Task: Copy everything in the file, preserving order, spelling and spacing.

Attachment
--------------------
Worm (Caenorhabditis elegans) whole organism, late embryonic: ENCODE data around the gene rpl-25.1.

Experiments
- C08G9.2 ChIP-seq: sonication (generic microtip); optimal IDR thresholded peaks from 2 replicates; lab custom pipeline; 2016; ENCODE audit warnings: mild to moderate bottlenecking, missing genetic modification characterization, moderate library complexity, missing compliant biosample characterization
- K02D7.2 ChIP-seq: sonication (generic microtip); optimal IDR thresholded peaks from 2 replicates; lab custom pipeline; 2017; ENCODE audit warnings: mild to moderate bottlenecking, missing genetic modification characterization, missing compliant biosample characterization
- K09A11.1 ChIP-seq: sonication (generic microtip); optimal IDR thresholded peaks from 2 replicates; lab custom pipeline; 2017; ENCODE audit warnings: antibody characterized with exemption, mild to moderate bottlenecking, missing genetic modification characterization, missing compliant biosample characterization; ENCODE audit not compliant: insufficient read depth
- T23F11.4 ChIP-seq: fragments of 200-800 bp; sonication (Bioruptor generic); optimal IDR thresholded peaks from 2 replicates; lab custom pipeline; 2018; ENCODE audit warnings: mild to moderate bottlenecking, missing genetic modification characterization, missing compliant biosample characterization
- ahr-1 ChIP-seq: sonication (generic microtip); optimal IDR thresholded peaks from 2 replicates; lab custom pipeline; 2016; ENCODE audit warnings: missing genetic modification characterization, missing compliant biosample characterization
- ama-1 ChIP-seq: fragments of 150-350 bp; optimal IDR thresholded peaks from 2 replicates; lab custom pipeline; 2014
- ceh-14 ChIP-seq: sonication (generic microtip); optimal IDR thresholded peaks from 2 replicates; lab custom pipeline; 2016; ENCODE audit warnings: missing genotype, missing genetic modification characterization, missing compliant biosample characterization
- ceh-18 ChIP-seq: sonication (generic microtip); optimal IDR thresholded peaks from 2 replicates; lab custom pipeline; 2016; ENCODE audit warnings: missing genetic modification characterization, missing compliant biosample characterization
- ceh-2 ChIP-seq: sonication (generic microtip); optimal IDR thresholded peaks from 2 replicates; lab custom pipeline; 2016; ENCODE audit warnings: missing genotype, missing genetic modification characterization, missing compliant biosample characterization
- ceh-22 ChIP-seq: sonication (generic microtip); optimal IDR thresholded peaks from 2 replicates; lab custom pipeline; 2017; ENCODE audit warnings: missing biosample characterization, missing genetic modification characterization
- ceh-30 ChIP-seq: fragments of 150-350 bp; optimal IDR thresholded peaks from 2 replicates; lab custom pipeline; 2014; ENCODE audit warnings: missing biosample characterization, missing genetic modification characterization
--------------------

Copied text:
Worm (Caenorhabditis elegans) whole organism, late embryonic: ENCODE data around the gene rpl-25.1.

Experiments
- C08G9.2 ChIP-seq: sonication (generic microtip); optimal IDR thresholded peaks from 2 replicates; lab custom pipeline; 2016; ENCODE audit warnings: mild to moderate bottlenecking, missing genetic modification characterization, moderate library complexity, missing compliant biosample characterization
- K02D7.2 ChIP-seq: sonication (generic microtip); optimal IDR thresholded peaks from 2 replicates; lab custom pipeline; 2017; ENCODE audit warnings: mild to moderate bottlenecking, missing genetic modification characterization, missing compliant biosample characterization
- K09A11.1 ChIP-seq: sonication (generic microtip); optimal IDR thresholded peaks from 2 replicates; lab custom pipeline; 2017; ENCODE audit warnings: antibody characterized with exemption, mild to moderate bottlenecking, missing genetic modification characterization, missing compliant biosample characterization; ENCODE audit not compliant: insufficient read depth
- T23F11.4 ChIP-seq: fragments of 200-800 bp; sonication (Bioruptor generic); optimal IDR thresholded peaks from 2 replicates; lab custom pipeline; 2018; ENCODE audit warnings: mild to moderate bottlenecking, missing genetic modification characterization, missing compliant biosample characterization
- ahr-1 ChIP-seq: sonication (generic microtip); optimal IDR thresholded peaks from 2 replicates; lab custom pipeline; 2016; ENCODE audit warnings: missing genetic modification characterization, missing compliant biosample characterization
- ama-1 ChIP-seq: fragments of 150-350 bp; optimal IDR thresholded peaks from 2 replicates; lab custom pipeline; 2014
- ceh-14 ChIP-seq: sonication (generic microtip); optimal IDR thresholded peaks from 2 replicates; lab custom pipeline; 2016; ENCODE audit warnings: missing genotype, missing genetic modification characterization, missing compliant biosample characterization
- ceh-18 ChIP-seq: sonication (generic microtip); optimal IDR thresholded peaks from 2 replicates; lab custom pipeline; 2016; ENCODE audit warnings: missing genetic modification characterization, missing compliant biosample characterization
- ceh-2 ChIP-seq: sonication (generic microtip); optimal IDR thresholded peaks from 2 replicates; lab custom pipeline; 2016; ENCODE audit warnings: missing genotype, missing genetic modification characterization, missing compliant biosample characterization
- ceh-22 ChIP-seq: sonication (generic microtip); optimal IDR thresholded peaks from 2 replicates; lab custom pipeline; 2017; ENCODE audit warnings: missing biosample characterization, missing genetic modification characterization
- ceh-30 ChIP-seq: fragments of 150-350 bp; optimal IDR thresholded peaks from 2 replicates; lab custom pipeline; 2014; ENCODE audit warnings: missing biosample characterization, missing genetic modification characterization